When the sun begins to dim, and costumed children stir impatiently at the dinner table, their parents coaxing them to eat one more bite before the sugar celebrations begin, something magical happens. Halloween night transforms neighborhoods into open thoroughfares, luring neighbors out to say hello, amid twinkling orange lights and luminous glow sticks. There are tricks and there are treats, and yes, I do believe, there is magic.
I love Halloween, I always have. As a child, it was about creativity, crafting cunning costumes, and staying out late on school nights. The candy, of course, was a sweet bonus.
But these days, I have grown to love the other side of this spooky holiday. I love how we can all transform, for just one night, into something otherworldly. And that includes desserts.
I may love sneaking a piece or two (okay, three, but I promise, ahem, that’s it) of candy from the children’s candy hoard, but truth be told, I much prefer the creative desserts that are inspired by the Halloween season. This year, I am churning a brew of another sort: Pumpkin Ice Cream. And squishing it between sinful Peanut Butter Sugar Cookies.
As I retrieved my chilled treats to photograph, my always Halloween-ready cat, Zoe, came to investigate. I dare say she was impressed and ready to take a lick.
Pumpkin Ice Cream
Makes about 1 quart.
• 2 cups heavy cream
• 1 cup skim milk
• 3/4 cup brown sugar, divided
• 1/2 teaspoon vanilla, divided
• 1 teaspoon ground cinnamon
• 1/2 teaspoon ground ginger
• 1/2 teaspoon ground nutmeg
• pinch of salt
• 4 egg yolks
• 1 cup canned pumpkin
In a medium sauce pan, combine the heavy cream, skim milk, 1/4 cup sugar, 1/4 teaspoon vanilla, cinnamon, ginger, nutmeg, and salt, and bring to a gentle simmer over medium heat. Use a wooden spoon to stir, dissolving the sugar, and bring the cream mixture to about 175 degrees (about 8 minutes). Turn off the heat, cover the pan, and allow the spice infused cream steep for 15 minutes.
Meanwhile, whisk the egg yolks in a separate bowl, and slowly add the remaining sugar, whiskingfor about 4 minutes, or until the eggs are light in color and thick. When the cream finishes steeping, ladle 1 cup of the hot cream in a drizzle into the eggs while whisking to temper. Pour the egg mixture back into the saucepan, and gently cook over medium low heat, stirring constantly with a wooden spoon for about 8-10 minutes. You will know the custard is ready when you are able to coat the back of your wooden spoon and run your finger down, leaving a line.
Prepare an ice bath. Strain the mixture into the prepared bowl of the ice bath. Let the ice cream custard cool for 1 hour in the ice bath, stirring periodically. Meanwhile, stir in the remaining 1/4 teaspoon of vanilla into the canned pumpkin. After the custard has cooled, whisk together the pumpkin into the chilled ice cream custard. Chill the pumpkin custard overnight in the refrigerator.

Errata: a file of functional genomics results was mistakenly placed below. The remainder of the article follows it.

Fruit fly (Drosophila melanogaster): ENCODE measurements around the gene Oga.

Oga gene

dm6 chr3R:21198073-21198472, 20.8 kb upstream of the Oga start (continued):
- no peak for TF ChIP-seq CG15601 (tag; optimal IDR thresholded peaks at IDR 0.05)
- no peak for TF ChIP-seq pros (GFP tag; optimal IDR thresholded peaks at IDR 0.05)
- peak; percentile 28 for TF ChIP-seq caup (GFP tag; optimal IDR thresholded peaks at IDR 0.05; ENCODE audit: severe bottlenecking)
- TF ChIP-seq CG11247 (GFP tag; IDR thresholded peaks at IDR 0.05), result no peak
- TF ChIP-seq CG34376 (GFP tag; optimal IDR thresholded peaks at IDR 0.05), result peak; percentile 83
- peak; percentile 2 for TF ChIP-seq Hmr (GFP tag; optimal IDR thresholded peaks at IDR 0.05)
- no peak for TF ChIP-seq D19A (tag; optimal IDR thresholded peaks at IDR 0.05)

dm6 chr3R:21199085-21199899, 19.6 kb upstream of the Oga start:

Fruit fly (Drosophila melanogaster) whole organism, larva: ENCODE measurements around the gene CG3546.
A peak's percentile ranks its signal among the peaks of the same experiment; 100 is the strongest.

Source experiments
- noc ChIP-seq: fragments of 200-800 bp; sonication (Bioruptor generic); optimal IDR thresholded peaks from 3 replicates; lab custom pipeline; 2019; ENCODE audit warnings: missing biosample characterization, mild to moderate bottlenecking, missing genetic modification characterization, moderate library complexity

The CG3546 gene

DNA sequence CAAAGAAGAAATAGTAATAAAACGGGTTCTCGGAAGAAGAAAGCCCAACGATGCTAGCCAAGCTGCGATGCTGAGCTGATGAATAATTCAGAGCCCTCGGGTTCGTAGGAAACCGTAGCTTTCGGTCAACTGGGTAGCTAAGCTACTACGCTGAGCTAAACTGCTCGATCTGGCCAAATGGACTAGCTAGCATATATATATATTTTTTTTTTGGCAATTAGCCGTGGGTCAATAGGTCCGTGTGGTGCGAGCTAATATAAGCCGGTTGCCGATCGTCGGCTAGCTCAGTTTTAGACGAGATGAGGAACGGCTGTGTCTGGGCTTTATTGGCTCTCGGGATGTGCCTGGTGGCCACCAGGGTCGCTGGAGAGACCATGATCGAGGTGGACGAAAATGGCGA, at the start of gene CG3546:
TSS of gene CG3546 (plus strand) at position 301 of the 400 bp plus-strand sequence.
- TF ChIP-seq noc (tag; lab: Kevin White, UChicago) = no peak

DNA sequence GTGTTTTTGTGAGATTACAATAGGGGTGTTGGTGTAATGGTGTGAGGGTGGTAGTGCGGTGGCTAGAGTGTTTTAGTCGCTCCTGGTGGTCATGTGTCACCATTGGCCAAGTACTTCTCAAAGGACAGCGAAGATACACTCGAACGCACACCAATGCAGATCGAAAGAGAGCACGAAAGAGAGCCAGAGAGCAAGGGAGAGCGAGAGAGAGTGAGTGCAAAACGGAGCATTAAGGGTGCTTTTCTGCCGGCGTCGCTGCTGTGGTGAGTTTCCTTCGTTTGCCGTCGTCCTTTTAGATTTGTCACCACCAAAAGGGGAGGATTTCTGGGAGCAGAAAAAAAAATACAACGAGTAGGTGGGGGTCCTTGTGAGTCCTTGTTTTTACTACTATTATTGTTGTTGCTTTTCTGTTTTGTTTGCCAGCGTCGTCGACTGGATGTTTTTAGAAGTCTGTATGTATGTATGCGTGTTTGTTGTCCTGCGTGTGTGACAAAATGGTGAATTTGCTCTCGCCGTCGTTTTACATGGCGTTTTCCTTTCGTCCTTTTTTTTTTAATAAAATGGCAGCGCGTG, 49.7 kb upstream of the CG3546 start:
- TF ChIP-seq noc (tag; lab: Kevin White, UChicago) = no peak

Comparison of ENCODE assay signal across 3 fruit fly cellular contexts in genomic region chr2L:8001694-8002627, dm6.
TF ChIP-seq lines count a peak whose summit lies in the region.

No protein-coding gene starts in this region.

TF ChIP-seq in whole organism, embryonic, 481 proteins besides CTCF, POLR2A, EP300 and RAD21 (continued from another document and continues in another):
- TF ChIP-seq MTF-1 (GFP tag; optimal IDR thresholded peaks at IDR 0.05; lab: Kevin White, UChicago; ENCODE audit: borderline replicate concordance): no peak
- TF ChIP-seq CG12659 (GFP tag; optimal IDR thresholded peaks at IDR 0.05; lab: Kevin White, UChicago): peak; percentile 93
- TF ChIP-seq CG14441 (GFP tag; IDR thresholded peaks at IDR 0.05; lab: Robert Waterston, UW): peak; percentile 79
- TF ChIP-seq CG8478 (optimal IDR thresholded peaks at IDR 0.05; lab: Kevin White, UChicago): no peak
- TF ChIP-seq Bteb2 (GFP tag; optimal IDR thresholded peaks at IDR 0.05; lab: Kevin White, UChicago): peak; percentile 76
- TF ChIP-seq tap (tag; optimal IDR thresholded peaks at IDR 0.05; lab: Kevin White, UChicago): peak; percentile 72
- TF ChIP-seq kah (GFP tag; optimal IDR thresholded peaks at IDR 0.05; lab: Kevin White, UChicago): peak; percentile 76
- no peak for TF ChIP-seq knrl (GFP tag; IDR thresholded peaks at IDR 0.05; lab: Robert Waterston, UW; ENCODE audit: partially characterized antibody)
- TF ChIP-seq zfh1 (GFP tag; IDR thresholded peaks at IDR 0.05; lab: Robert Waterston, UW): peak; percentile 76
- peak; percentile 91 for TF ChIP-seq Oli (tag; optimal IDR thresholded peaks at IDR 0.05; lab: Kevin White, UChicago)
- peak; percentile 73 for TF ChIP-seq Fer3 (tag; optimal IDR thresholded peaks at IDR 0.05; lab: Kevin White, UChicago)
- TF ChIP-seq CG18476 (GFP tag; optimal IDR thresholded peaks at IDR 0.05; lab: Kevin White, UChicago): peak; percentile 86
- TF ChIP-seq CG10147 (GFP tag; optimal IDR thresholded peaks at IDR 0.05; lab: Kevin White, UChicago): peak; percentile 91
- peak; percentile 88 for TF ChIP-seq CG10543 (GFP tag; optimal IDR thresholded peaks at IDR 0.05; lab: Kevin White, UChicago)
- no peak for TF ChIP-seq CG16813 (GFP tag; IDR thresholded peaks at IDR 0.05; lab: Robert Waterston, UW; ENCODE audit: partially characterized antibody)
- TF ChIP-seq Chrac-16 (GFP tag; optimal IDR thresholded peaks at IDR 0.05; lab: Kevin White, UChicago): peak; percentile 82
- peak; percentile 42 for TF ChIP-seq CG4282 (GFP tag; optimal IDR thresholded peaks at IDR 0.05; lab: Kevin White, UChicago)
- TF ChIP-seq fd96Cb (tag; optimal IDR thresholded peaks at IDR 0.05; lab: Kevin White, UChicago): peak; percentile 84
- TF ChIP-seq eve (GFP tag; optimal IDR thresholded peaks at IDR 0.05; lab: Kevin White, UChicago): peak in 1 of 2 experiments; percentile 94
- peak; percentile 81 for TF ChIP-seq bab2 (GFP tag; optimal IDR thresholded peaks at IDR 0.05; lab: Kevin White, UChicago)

Place custard into the chilled bowl of your ice cream maker and churn for about 30 minutes. It may be served immediately or stored in an airtight container in the freezer.
Peanut Butter Sugar Cookies
Makes 24-30 cookies.
• 1 cup (2 sticks) butter, softened
• 1 cup granulated sugar
• 1/2 cup powdered sugar
• 1 egg
• 1/3 cup peanut butter
• 1 1/2 teaspoons vanilla extract
• 2 1/2 cups flour
• 1 teaspoon salt
• 1 teaspoon baking soda
Cream the butter in the bowl of an electric mixer until smooth. Mix in the granulated and powdered sugars and mix thoroughly. Add the egg and mix until well incorporated. Add the peanut butter and vanilla extract and mix until well combined.
In a small bowl, whisk together the flour, salt and baking soda. Stir into the butter mixture until just combined.
Divide the dough into two place in the center of two separate plastic wrap sheets. Form each into a disk and chill in the refrigerator for at least 30 minutes, or overnight.
Preheat the oven to 350 degrees and line your baking sheets with parchment paper.
Work with one disk at at time. Roll the cookie dough to 1/4 inch thick. Use your favorite cookie cutter to cut the cookies; a 2 1/2 inch cutter is a good size. If the dough has softened while you rolled and cut, place in the refrigerator or freezer to firm up a bit while you roll out the rest of your dough. You can also store the cut cookies in the freezer for future batches.
Bake the cookies for about 8 minutes, until they are baked and a light golden color. Carefully transfer to a wire baking rack to cool completely.
Adapted from Peanut Butter Sugar Cookies on Food.com.